As previously mentioned, many of the vitamins and minerals necessary for good eye health cannot be naturally produced by your body and must therefore be taken in as a part of your diet. But not everyone will readily have access to some of the foods listed above - sometimes they are priced out of one’s range, sometimes they may not be available in all areas of the country. One possible way to overcome this is through the use of dietary supplements.
A large research trial, called the 'Age-Related Eye Disease Study' (AREDS), showed that high quantities of the antioxidant vitamins A, C, E, beta-carotene and the minerals zinc (as zinc oxide), and copper (as cupric oxide), can help to slow down the progression of AMD. It would normally be very hard to obtain the large quantity of vitamins used in the trial from your diet. Therefore some people who already have AMD may consider supplementation with vitamins and anti-oxidants.
Such high dosages of vitamins and minerals might have possible side effects on the body. For this reason it is very important to consult your doctor first before taking a supplement.
Following the AREDS research trial there have been over 150 smaller scale studies looking at how vitamins and minerals, both from food and in a vitamin supplement, can help eye health in general, and in particular AMD and cataracts. A number of these studies have looked specifically at the carotenoids Lutein and Zeaxanthin (see above) which have been particularly associated with healthy eyes.
As a result of these studies there are now a number of different supplements for eye health on the market.
However, research has shown that many people in the UK do not get enough vitamins and minerals from their diet. Some people might consider taking a supplement for their general and eye health when:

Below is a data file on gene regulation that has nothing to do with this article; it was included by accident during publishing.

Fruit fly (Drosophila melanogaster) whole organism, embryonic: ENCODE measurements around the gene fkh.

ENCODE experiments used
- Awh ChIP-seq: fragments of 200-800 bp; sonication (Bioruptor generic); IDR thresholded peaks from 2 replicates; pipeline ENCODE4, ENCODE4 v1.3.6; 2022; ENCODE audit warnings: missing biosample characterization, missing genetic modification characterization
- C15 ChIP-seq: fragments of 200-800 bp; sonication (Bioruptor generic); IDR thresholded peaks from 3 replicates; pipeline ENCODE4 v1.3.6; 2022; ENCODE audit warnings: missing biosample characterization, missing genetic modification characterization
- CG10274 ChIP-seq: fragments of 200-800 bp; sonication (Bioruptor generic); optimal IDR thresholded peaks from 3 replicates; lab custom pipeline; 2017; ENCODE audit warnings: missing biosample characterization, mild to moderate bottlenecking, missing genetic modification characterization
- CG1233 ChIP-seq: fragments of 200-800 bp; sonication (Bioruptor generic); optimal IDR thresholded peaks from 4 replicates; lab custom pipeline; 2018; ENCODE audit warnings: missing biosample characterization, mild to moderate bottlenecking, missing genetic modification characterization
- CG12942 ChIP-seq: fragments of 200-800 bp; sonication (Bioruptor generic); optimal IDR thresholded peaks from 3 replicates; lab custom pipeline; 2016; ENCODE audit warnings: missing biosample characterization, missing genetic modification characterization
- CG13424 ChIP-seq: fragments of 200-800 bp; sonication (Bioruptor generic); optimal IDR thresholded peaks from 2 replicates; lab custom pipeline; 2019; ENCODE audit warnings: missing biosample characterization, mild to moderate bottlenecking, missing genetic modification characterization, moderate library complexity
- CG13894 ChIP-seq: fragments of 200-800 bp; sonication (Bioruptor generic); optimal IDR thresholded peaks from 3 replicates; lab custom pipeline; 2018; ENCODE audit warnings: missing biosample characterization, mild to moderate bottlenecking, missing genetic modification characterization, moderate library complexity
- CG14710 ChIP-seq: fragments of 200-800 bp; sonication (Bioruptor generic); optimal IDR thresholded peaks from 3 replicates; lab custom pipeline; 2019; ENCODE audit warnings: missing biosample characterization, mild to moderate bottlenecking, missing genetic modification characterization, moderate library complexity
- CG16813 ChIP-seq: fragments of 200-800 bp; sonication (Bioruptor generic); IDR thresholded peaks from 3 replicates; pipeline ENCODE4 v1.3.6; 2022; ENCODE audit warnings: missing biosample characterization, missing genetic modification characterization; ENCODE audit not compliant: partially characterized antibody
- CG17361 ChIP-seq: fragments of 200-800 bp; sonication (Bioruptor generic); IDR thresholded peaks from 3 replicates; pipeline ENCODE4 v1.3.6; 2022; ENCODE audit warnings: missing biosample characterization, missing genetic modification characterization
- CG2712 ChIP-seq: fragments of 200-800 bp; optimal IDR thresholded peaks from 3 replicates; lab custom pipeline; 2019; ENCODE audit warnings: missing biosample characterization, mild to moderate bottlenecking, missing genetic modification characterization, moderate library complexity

- their diet does not include enough fresh fruit and vegetables
- diet does not include enough vitamins and minerals
- vitamins and minerals from food are not adequately absorbed by the body
- it is hard to obtain or prepare fresh fruit and vegetables
- they have been told to take a supplement by their doctor or nutritionist.
However, experts agree that taking supplements is not a substitute for a healthy diet.
A consensus has been reached on the importance of a healthy, balanced diet full of fresh fruits and vegetables, particularly leafy green vegetables such as kale and spinach.
Key points to remember:
- eat a good, balanced diet with lots of fresh fruit and vegetables
- discuss changing your diet or taking vitamin supplements with your GP
- discuss your diet or taking a vitamin supplement with your GP if you believe that your diet may be inadequate
- the biggest avoidable risk is smoking
- protect your eyes from sunlight. Use good quality sunglasses that offer complete 100% UV400 protection, such as Polaroid polarised sunglasses.
- get your eyes tested at least every two years and more frequently if necessary.